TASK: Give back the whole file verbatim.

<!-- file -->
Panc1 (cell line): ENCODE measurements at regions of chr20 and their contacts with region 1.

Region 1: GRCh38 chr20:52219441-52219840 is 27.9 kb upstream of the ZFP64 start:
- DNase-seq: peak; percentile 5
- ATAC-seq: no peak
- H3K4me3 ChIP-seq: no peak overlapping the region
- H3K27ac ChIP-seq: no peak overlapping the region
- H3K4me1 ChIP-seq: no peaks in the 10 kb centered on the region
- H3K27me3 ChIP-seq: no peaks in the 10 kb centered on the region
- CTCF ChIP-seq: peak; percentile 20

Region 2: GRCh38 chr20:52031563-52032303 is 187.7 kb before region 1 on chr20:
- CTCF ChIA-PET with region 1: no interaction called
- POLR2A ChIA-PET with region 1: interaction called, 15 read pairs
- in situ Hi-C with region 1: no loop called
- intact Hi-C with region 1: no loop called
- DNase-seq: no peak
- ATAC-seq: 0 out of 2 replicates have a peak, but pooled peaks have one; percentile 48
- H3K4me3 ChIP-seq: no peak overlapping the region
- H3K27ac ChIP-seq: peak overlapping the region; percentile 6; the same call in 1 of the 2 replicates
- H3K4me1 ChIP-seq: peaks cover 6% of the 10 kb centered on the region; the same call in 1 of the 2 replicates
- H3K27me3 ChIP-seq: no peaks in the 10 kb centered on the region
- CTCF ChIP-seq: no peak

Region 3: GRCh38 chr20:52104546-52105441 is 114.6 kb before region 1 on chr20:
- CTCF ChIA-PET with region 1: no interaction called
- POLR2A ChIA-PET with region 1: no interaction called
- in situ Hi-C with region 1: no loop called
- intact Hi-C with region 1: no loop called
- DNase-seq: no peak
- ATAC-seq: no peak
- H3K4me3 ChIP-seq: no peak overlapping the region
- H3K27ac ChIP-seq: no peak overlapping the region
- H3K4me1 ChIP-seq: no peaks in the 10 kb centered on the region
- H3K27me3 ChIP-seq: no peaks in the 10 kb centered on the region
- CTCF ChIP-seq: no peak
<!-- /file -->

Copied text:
Panc1 (cell line): ENCODE measurements at regions of chr20 and their contacts with region 1.

Region 1: GRCh38 chr20:52219441-52219840 is 27.9 kb upstream of the ZFP64 start:
- DNase-seq: peak; percentile 5
- ATAC-seq: no peak
- H3K4me3 ChIP-seq: no peak overlapping the region
- H3K27ac ChIP-seq: no peak overlapping the region
- H3K4me1 ChIP-seq: no peaks in the 10 kb centered on the region
- H3K27me3 ChIP-seq: no peaks in the 10 kb centered on the region
- CTCF ChIP-seq: peak; percentile 20

Region 2: GRCh38 chr20:52031563-52032303 is 187.7 kb before region 1 on chr20:
- CTCF ChIA-PET with region 1: no interaction called
- POLR2A ChIA-PET with region 1: interaction called, 15 read pairs
- in situ Hi-C with region 1: no loop called
- intact Hi-C with region 1: no loop called
- DNase-seq: no peak
- ATAC-seq: 0 out of 2 replicates have a peak, but pooled peaks have one; percentile 48
- H3K4me3 ChIP-seq: no peak overlapping the region
- H3K27ac ChIP-seq: peak overlapping the region; percentile 6; the same call in 1 of the 2 replicates
- H3K4me1 ChIP-seq: peaks cover 6% of the 10 kb centered on the region; the same call in 1 of the 2 replicates
- H3K27me3 ChIP-seq: no peaks in the 10 kb centered on the region
- CTCF ChIP-seq: no peak

Region 3: GRCh38 chr20:52104546-52105441 is 114.6 kb before region 1 on chr20:
- CTCF ChIA-PET with region 1: no interaction called
- POLR2A ChIA-PET with region 1: no interaction called
- in situ Hi-C with region 1: no loop called
- intact Hi-C with region 1: no loop called
- DNase-seq: no peak
- ATAC-seq: no peak
- H3K4me3 ChIP-seq: no peak overlapping the region
- H3K27ac ChIP-seq: no peak overlapping the region
- H3K4me1 ChIP-seq: no peaks in the 10 kb centered on the region
- H3K27me3 ChIP-seq: no peaks in the 10 kb centered on the region
- CTCF ChIP-seq: no peak